Look for good deals on newer games, too. Here is Final Fantasy XIII for the low low price of 980 yen.
Most game shops have point cards, and Seagull is no exception. Get points on each purchase to get points for future discounts. Seagull is really generous with their points, so it's another reason I always kept coming back. Here is my point card:
Seagull has never let me down in terms of looking for retro goods and good prices. While some shops mark up the prices of retro goodies, Seagull has always sold their items reasonably. While selection varies from branch to branch, Seagull has been consistent with stocking a lot of good things and not a lot of crap. Also, the staff is really knowledgeable about retro games, as well as the new stuff. They don't seem to hire high school kids who don't know anything made before the PS2 era. Whenever I asked them a question, they would not only locate another store that has it, but tell me whether or not the game is worth it. Of course, they are running a business so if there is a game that I want that they don't have in stock, but is ported to a different system, they'll mention it.
Seagull also stocks a lot of PC accessories such as storage media, USB controllers (great selection of Elecom and Buffalo retro controllers), PC software, keyboards, mice, etc. In addition to this they have a large selection of gaming guides, trading cards, and even a space for people to do their card and DS/PSP ad-hoc battles. They really try to give a good environment to gamers. This location didn't have a manga section, but some Seagull branches have a pretty good selection of new and used manga and great prices.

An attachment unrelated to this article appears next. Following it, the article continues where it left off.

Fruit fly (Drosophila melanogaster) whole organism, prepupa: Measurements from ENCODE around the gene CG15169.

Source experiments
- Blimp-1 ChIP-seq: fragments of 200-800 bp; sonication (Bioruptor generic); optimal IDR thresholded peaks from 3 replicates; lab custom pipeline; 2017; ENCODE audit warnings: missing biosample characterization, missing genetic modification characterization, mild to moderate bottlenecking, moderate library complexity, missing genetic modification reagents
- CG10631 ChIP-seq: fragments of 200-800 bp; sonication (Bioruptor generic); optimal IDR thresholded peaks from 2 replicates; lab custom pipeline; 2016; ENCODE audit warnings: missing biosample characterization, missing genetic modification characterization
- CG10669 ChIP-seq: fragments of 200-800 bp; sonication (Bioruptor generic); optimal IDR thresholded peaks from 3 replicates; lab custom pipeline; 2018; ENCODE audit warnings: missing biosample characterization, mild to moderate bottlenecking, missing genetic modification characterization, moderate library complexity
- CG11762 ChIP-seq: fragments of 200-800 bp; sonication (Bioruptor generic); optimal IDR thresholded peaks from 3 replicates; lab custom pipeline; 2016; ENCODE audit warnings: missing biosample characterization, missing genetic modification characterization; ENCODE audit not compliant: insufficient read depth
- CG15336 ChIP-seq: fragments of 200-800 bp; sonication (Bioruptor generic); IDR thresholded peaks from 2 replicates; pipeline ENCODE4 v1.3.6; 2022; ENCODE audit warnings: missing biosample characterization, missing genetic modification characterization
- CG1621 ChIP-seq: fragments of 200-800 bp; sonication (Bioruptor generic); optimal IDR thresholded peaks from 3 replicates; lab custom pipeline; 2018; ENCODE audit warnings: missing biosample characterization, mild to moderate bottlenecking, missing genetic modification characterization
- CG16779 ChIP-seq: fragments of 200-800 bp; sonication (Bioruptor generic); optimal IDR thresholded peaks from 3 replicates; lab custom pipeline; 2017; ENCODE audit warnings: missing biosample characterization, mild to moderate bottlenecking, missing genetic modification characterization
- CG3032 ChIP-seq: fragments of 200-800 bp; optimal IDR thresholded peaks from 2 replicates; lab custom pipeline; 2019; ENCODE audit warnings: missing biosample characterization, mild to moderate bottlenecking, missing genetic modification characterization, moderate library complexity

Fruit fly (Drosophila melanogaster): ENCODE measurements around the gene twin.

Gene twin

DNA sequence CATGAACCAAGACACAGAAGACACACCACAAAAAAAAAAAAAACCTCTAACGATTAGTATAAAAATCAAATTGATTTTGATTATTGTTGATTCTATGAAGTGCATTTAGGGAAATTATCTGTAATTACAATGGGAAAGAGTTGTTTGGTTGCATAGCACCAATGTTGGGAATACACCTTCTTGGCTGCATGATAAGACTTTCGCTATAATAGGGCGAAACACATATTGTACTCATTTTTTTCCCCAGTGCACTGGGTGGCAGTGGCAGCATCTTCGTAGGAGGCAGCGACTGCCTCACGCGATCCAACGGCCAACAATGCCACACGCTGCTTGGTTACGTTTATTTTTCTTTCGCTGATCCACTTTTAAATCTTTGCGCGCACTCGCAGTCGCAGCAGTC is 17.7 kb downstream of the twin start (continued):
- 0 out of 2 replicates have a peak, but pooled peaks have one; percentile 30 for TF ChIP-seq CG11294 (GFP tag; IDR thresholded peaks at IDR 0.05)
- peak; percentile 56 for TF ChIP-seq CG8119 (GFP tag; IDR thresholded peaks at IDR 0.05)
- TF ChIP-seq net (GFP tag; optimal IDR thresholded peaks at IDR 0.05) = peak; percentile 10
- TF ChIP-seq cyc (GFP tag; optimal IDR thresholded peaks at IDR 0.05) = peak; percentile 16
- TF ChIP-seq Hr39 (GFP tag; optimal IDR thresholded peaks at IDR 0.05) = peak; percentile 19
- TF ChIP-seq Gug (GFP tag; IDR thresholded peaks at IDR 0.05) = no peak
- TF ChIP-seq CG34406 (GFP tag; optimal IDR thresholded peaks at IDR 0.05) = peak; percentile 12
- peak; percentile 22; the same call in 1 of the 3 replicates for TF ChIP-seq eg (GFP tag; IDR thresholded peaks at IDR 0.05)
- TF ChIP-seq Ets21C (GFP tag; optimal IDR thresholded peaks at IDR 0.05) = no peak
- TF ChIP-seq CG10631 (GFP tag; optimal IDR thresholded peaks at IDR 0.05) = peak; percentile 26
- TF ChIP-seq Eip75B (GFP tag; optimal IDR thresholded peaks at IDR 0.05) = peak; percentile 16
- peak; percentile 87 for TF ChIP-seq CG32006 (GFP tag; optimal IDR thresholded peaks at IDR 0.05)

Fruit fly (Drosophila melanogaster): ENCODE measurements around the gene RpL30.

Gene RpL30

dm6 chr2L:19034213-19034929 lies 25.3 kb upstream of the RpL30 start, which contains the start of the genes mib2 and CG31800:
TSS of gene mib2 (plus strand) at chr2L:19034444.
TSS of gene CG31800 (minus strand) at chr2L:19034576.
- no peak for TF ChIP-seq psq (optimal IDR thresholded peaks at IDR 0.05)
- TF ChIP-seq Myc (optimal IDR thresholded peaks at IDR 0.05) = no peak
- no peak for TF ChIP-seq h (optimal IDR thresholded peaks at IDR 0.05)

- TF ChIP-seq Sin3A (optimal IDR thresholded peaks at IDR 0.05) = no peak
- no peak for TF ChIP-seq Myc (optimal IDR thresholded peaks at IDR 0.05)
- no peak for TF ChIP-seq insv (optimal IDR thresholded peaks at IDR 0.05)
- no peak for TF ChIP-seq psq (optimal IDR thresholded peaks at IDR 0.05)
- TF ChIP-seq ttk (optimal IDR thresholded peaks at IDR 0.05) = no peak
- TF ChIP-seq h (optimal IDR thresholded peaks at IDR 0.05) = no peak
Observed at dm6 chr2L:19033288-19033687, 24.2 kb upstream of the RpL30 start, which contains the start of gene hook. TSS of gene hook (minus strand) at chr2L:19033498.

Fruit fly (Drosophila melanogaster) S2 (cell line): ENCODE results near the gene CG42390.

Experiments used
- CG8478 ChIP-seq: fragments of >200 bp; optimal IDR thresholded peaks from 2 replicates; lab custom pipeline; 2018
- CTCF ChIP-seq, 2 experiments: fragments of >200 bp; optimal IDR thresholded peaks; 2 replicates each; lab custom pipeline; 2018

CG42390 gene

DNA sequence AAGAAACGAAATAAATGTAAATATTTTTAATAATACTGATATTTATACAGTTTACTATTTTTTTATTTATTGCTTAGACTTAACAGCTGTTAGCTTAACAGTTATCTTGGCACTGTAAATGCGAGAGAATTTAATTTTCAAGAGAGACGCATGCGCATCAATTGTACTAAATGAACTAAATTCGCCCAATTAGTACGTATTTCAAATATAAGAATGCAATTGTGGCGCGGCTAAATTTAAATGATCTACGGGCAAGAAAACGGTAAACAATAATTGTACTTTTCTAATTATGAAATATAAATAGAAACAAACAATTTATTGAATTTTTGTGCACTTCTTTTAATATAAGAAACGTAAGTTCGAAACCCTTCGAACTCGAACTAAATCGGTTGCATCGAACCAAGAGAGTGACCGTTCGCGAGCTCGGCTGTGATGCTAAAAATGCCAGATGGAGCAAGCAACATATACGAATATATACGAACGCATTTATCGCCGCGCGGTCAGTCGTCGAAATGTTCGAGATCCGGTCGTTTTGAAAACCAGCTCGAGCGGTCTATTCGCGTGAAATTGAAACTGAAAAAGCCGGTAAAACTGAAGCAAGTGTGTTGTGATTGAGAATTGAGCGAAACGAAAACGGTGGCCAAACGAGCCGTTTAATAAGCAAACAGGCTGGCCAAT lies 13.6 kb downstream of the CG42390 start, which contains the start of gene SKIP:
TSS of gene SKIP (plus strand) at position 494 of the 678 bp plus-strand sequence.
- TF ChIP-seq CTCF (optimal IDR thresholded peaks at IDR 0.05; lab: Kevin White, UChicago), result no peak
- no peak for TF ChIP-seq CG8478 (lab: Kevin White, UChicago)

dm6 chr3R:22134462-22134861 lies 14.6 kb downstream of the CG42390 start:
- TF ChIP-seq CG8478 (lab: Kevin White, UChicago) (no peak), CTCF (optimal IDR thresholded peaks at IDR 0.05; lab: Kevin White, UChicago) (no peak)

The only complaint I have, which is not really a big deal at all is they do like to sell things in bundles, which is kind of a bummer sometimes. For example, they'll sell a Super Famicom bundled with 5 games. One of the games in the bundle would be what I am looking for, but they don't have the same game loose in the SFC section. I don't want to buy the entire bundle just for one game, and they will not break up bundles. I am just being nitpicky at this point because this place really is a great place to buy retro games and goods at reasonable prices.
So Seagull is one of my top choices while game shopping in Japan. There are other favorites such as Mandai Shoten and Book Market, but Seagull cannot be overlooked if shopping for games. I absolutely love this place. They have many locations within Sendai city limits, so going for store to store is no hassle. Sendai is not the only city to have them, so if you want to visit other locations, prepare for a nice drive through the beautiful back roads of Miyagi Prefecture.
If you are planning to go to Japan and would like details on how to any shops I mention, don't hesitate to send me a PM and I will give you detailed instructions. Keep in mind that you will need a car. Renting a car in Japan is not difficult, so don't let that deter you. As mentioned before, if you go to Japan please do not take pictures inside of stores without permission. It is really bad etiquette to do so without asking first.
Location on Google Maps
http://maps.google.com/maps?f=q&source= ... 06539&z=18